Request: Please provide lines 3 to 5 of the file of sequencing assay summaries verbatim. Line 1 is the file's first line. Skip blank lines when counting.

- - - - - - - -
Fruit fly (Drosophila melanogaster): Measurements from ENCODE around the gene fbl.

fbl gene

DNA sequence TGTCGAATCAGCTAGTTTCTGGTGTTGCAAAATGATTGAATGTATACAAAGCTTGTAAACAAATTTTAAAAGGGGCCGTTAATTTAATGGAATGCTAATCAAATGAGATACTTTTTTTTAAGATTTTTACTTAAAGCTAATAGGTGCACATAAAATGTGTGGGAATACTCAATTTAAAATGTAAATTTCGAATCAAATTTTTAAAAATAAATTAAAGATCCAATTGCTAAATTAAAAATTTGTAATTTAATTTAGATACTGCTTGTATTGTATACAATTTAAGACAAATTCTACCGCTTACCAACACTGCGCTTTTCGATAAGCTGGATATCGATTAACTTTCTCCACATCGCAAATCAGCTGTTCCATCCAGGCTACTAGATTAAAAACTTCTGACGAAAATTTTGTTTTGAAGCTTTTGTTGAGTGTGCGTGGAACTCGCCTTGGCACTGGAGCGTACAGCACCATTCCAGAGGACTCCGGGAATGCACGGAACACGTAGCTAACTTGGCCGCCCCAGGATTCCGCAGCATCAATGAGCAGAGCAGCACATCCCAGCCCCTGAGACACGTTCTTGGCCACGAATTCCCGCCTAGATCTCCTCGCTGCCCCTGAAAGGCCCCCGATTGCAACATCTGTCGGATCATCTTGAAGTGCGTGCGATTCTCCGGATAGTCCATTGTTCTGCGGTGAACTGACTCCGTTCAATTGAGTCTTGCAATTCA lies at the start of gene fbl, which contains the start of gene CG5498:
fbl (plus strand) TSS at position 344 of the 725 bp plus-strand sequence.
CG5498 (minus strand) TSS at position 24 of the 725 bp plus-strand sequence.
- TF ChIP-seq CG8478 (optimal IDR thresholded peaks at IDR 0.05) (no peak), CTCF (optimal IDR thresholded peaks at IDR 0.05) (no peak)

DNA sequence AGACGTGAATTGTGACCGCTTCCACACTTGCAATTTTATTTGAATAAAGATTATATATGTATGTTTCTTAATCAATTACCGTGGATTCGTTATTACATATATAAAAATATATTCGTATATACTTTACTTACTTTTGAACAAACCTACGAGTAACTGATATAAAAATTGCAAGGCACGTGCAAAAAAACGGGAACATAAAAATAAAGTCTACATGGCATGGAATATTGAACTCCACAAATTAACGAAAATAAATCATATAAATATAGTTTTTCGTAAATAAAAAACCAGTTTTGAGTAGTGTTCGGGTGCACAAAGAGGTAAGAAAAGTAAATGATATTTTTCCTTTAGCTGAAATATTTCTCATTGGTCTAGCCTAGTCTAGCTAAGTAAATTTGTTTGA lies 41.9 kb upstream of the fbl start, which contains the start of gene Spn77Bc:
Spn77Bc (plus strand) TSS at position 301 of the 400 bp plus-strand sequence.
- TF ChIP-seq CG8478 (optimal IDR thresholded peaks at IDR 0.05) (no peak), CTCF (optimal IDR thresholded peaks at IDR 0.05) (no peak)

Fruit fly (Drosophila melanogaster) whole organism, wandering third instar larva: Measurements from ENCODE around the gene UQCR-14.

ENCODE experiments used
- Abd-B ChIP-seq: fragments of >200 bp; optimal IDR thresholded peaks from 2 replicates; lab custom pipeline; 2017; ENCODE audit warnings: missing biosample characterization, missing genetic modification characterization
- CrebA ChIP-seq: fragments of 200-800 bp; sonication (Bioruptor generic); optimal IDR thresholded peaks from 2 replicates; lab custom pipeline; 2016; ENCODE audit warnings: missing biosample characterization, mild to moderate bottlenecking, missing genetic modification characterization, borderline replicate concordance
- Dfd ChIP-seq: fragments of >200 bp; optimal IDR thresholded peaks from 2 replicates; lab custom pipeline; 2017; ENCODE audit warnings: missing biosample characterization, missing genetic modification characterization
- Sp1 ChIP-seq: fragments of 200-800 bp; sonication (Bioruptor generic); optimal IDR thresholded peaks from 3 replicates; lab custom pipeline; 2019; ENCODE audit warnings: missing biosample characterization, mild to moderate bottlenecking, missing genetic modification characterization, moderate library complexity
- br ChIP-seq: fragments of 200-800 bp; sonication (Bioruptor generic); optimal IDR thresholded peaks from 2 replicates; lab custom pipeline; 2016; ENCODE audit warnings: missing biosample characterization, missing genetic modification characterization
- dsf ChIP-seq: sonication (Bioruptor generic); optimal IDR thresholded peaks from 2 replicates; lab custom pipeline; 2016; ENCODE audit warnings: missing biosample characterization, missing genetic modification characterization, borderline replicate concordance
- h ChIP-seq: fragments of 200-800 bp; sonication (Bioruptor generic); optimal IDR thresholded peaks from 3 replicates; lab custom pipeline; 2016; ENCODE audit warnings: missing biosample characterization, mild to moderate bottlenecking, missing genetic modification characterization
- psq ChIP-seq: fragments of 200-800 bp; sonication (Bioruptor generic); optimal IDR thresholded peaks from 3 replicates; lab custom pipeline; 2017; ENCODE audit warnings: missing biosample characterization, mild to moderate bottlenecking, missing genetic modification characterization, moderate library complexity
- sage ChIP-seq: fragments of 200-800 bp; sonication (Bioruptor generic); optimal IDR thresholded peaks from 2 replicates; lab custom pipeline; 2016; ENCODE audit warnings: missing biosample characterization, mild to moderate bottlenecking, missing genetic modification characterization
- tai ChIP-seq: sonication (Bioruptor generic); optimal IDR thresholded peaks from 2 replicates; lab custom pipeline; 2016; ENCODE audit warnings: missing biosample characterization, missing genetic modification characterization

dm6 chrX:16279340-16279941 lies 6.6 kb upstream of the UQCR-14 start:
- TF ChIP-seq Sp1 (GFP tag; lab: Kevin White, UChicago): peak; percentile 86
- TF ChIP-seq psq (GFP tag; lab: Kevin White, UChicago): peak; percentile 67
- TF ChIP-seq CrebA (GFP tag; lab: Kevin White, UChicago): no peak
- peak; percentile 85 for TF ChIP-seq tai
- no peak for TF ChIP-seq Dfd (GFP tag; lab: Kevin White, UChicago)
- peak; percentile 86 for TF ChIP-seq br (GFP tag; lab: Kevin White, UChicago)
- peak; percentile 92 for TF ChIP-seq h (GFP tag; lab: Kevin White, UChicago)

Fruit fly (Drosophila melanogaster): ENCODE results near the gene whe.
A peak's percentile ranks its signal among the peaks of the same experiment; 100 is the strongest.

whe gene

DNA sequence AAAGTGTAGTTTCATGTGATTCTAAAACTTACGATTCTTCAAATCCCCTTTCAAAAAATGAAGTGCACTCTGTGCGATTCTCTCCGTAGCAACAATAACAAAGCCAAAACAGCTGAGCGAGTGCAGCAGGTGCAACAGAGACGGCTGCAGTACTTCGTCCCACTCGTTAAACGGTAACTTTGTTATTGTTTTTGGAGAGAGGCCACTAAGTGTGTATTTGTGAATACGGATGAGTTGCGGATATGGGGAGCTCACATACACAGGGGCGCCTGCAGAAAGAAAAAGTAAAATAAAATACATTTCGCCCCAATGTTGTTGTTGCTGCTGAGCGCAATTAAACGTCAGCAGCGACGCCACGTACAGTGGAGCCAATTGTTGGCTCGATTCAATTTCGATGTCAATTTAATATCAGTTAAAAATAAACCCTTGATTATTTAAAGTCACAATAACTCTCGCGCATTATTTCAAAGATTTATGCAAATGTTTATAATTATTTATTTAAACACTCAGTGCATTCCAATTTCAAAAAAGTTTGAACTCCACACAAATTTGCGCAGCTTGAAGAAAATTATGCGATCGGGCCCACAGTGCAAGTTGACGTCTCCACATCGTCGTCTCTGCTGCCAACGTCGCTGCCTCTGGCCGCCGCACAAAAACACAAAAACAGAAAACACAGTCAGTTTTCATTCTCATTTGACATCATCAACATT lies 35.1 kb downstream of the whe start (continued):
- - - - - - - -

DNA sequence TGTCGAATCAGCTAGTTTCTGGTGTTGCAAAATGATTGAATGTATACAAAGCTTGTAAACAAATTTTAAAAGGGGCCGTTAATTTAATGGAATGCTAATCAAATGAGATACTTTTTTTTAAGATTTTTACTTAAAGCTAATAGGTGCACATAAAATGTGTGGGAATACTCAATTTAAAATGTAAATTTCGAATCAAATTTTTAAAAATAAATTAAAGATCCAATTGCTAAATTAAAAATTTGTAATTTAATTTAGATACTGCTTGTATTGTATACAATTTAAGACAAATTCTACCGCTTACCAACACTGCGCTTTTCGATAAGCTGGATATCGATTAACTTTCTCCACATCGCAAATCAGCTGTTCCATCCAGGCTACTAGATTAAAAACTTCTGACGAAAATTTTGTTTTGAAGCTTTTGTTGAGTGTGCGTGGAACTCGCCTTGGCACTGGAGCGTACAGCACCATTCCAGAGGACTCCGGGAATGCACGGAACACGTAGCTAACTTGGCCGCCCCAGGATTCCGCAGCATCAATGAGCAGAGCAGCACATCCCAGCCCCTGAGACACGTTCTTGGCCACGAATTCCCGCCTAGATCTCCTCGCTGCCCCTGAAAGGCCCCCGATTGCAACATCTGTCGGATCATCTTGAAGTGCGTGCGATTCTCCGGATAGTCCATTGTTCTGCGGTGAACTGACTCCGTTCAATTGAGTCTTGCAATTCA lies at the start of gene fbl, which contains the start of gene CG5498:
fbl (plus strand) TSS at position 344 of the 725 bp plus-strand sequence.
CG5498 (minus strand) TSS at position 24 of the 725 bp plus-strand sequence.